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Of the 700 Attempts to Fix or Abolish the Electoral College, this One Nearly Succeeded

The fight to reform or abolish the electoral college began almost as soon as it was created, by those who created it. In 1802, Alexander Hamilton, one of the original architects of the electoral college, was so displeased with how it was being executed that he helped draft a constitutional amendment to fix it. Since then there have been more than 700 efforts to reform or abolish it, according to the Congressional Research Service.

The electoral college is once again confounding the country as it prepares to meet Dec. 14 to ratify the election of Joe Biden as the 46th president of the United States. Just one problem: President Trump refuses to concede to Biden, making baseless claims of fraud while his surrogates urged Michigan legislators to overturn the election by appointing their own electors. On Saturday, Trump phoned Georgia Gov. Brian Kemp (R) and urged him to call a special session of the state legislature and persuade lawmakers to appoint electors that would back him instead of Biden, The Washington Post reported.

Biden is expected to win the electoral college by the same margin Trump did in 2016. Back then, Trump declared his victory a landslide, though he trailed in the popular vote by nearly 3 million while this time Biden leads the popular vote by more than 7 million.

The closest the country has ever come to abolishing the electoral college was after segregationist Gov. George Wallace’s presidential campaign nearly threw the 1968 election.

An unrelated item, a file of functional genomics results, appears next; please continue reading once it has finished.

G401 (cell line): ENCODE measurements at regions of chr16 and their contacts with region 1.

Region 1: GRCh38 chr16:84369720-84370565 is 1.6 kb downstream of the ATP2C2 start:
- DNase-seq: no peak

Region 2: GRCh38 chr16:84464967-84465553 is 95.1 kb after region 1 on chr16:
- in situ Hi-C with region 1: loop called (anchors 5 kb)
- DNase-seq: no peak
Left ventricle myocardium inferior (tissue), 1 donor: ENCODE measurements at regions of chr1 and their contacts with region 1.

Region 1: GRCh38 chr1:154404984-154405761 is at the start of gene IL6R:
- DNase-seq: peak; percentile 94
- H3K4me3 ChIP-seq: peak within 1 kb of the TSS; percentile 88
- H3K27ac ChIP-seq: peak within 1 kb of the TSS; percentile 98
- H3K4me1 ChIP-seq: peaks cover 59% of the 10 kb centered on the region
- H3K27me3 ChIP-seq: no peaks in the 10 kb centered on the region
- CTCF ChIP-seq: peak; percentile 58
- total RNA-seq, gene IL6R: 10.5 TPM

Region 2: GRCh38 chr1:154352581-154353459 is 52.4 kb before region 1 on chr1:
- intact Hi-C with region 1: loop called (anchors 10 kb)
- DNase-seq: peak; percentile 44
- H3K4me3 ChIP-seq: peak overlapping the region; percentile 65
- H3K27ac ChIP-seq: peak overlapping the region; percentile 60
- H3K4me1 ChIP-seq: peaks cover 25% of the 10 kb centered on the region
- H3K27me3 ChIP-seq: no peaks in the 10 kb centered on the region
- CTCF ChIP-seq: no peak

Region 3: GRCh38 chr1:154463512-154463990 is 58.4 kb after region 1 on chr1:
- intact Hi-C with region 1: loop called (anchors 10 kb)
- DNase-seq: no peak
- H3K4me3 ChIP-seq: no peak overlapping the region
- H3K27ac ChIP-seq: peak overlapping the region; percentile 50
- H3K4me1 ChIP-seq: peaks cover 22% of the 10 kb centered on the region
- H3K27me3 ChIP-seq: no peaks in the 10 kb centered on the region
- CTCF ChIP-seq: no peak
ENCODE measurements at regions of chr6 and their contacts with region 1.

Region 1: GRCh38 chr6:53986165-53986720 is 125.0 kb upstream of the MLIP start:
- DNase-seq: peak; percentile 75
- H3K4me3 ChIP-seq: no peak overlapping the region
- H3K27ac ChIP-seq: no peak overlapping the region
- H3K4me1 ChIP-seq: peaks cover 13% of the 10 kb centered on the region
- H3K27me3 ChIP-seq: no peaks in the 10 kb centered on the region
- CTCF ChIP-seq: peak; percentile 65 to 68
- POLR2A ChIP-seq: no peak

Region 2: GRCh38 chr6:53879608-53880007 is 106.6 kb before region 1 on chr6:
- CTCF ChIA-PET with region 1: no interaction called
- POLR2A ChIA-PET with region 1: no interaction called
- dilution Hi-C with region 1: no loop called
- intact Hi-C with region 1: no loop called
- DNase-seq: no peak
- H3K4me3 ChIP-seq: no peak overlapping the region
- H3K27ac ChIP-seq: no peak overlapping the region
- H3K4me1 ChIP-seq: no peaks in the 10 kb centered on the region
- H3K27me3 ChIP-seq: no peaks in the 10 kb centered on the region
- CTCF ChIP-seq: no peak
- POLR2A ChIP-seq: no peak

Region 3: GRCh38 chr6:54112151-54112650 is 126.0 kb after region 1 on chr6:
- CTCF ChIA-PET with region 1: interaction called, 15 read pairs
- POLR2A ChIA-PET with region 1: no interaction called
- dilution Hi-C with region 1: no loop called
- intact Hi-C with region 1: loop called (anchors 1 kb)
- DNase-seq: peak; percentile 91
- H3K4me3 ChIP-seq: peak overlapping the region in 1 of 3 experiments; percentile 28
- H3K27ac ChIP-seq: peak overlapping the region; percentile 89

Wallace was a man accustomed to winning power on technicalities. The state constitution in Alabama forbade governors from serving two consecutive terms. When his first term as governor was running out in 1966, his wife Lurleen ran to succeed him, promising to “continue, with my husband’s help, the same type of government.” She won in a landslide.

So, when he decided to run for president in 1968 as a third-party candidate, he had a trick up his sleeve there, too. His goal wasn’t to beat the Democratic or Republican candidates for the White House; it was to deprive both men of the 270 electoral votes needed to win, thus kicking the decision to the House. Then, as his biographer Dan Carter put it in a 2001 PBS documentary, Wallace would be “in a position to dictate to either candidate, ‘Alright, if you support me on the following issues, then I’ll deliver the presidency.’ ” And what were those issues? An end to federal desegregation efforts, for starters.

By this time, Wallace had learned the art of the dog whistle and was no longer saying things like “segregation now, segregation tomorrow, segregation forever” out loud. But he still inflamed rally crowds with his talk of rioters, hippies and anarchists. In the chaos of 1968, many White voters flocked to him. By October, polls showed him with 22 percent support nationally, more than enough for his electoral college hack to work.

But then Wallace dealt himself his own October surprise. He announced his running mate, Curtis LeMay, a retired Air Force general, who promptly told a room full of reporters he wasn’t opposed to nuking Vietnam.

In the end, Wallace got 14 percent of the popular vote, and 46 electoral votes, carrying most of the South. But Republican Richard M. Nixon got 301 electoral votes, foiling Wallace’s plan. Had Wallace gotten 50,000 more votes in Tennessee and had Democrat Hubert Humphrey gotten 91,000 more votes in Ohio, it would have been successful.

The near miss was enough to spur Congress to action.

Read entire article at Washington Post